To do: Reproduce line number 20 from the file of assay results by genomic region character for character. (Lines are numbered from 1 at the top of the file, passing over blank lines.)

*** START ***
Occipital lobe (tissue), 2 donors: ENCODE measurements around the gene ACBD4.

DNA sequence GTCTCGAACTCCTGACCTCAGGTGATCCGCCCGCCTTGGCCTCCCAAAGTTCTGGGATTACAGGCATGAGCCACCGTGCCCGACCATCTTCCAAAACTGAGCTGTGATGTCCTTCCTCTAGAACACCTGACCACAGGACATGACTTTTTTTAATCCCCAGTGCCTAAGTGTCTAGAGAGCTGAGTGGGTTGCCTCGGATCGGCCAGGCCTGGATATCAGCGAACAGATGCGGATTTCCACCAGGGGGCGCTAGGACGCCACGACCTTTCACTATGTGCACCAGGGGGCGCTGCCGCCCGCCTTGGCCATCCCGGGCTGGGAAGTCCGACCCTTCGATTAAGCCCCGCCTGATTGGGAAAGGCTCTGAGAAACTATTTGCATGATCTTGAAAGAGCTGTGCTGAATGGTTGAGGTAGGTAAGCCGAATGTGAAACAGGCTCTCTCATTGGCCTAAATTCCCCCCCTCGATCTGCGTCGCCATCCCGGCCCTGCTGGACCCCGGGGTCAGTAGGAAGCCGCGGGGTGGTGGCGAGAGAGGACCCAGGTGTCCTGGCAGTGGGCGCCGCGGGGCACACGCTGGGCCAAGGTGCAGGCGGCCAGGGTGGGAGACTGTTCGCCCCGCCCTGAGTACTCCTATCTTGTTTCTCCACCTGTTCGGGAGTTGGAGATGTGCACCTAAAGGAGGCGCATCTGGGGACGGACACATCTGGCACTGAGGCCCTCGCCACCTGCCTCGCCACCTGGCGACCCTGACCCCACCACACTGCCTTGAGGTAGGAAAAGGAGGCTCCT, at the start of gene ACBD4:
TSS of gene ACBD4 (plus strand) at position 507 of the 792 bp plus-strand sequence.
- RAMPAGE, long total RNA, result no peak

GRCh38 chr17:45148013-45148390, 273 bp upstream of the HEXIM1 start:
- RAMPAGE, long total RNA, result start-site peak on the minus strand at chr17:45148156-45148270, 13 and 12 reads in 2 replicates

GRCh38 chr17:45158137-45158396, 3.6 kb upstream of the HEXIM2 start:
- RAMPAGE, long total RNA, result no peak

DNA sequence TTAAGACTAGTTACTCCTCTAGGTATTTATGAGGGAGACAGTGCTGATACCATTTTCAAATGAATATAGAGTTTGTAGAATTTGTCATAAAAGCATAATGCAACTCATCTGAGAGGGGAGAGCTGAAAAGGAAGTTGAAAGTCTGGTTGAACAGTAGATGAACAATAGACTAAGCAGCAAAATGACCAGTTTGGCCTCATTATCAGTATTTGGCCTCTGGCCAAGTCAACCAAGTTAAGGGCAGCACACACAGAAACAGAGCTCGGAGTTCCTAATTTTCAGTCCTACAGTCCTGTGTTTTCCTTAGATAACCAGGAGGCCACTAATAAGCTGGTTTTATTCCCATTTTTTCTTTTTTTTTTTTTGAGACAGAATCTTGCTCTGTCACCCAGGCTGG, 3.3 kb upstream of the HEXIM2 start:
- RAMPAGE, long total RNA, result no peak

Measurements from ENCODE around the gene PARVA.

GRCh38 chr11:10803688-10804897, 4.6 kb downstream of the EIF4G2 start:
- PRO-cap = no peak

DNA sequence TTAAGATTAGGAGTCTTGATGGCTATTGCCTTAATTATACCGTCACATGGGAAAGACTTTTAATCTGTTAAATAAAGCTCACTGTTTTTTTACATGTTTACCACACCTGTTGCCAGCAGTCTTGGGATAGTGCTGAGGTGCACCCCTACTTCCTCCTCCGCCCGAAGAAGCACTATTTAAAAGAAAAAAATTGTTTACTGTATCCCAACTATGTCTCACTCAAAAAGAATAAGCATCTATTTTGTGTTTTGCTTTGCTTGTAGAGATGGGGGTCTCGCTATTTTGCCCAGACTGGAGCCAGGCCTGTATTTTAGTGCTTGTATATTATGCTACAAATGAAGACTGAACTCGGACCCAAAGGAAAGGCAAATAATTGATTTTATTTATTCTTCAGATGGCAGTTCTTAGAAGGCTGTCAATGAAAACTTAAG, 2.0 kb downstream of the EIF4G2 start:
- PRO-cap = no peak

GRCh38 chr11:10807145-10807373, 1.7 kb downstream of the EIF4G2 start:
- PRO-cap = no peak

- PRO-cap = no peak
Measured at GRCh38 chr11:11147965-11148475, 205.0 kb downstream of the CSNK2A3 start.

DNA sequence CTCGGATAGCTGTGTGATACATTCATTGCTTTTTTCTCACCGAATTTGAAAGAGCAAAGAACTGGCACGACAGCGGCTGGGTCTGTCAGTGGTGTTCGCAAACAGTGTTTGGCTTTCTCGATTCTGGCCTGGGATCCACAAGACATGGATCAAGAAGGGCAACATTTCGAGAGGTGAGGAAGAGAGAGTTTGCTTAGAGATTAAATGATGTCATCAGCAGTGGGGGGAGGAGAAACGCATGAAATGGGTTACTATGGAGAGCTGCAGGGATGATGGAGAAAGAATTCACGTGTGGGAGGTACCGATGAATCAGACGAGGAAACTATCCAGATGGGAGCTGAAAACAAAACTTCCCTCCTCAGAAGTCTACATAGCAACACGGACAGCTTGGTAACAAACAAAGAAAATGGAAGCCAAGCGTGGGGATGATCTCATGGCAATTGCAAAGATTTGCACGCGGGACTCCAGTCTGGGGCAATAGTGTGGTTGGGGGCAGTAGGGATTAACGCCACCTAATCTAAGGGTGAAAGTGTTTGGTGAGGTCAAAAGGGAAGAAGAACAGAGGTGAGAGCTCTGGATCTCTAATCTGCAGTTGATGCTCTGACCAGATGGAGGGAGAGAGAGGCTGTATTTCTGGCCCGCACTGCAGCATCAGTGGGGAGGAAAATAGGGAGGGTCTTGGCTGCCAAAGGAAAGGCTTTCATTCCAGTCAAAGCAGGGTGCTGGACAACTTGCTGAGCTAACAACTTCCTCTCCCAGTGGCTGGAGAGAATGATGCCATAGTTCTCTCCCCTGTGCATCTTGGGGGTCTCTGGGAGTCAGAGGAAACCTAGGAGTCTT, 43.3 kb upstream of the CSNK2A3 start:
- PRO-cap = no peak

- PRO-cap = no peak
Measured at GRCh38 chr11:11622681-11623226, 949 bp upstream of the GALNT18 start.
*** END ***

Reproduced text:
DNA sequence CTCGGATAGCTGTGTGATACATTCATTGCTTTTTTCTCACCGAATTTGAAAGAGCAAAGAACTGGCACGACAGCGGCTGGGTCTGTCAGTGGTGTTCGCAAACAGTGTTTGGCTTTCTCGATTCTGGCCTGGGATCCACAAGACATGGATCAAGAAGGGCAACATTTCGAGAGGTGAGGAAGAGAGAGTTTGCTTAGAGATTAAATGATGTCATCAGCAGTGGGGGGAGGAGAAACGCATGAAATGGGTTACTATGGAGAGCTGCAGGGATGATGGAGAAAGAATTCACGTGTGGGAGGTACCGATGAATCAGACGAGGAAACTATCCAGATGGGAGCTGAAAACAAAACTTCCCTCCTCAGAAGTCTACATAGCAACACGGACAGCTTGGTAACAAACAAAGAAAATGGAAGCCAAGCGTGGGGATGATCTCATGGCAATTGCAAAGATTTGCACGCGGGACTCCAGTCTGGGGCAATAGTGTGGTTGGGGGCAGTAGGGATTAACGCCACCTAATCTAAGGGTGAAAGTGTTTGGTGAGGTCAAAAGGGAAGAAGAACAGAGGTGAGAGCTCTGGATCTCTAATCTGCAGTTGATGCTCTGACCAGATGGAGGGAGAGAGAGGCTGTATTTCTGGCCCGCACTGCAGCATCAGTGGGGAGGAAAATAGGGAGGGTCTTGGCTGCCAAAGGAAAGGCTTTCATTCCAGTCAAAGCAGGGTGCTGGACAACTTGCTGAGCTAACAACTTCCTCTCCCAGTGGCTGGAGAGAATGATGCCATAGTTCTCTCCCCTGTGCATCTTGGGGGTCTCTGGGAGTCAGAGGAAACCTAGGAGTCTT, 43.3 kb upstream of the CSNK2A3 start: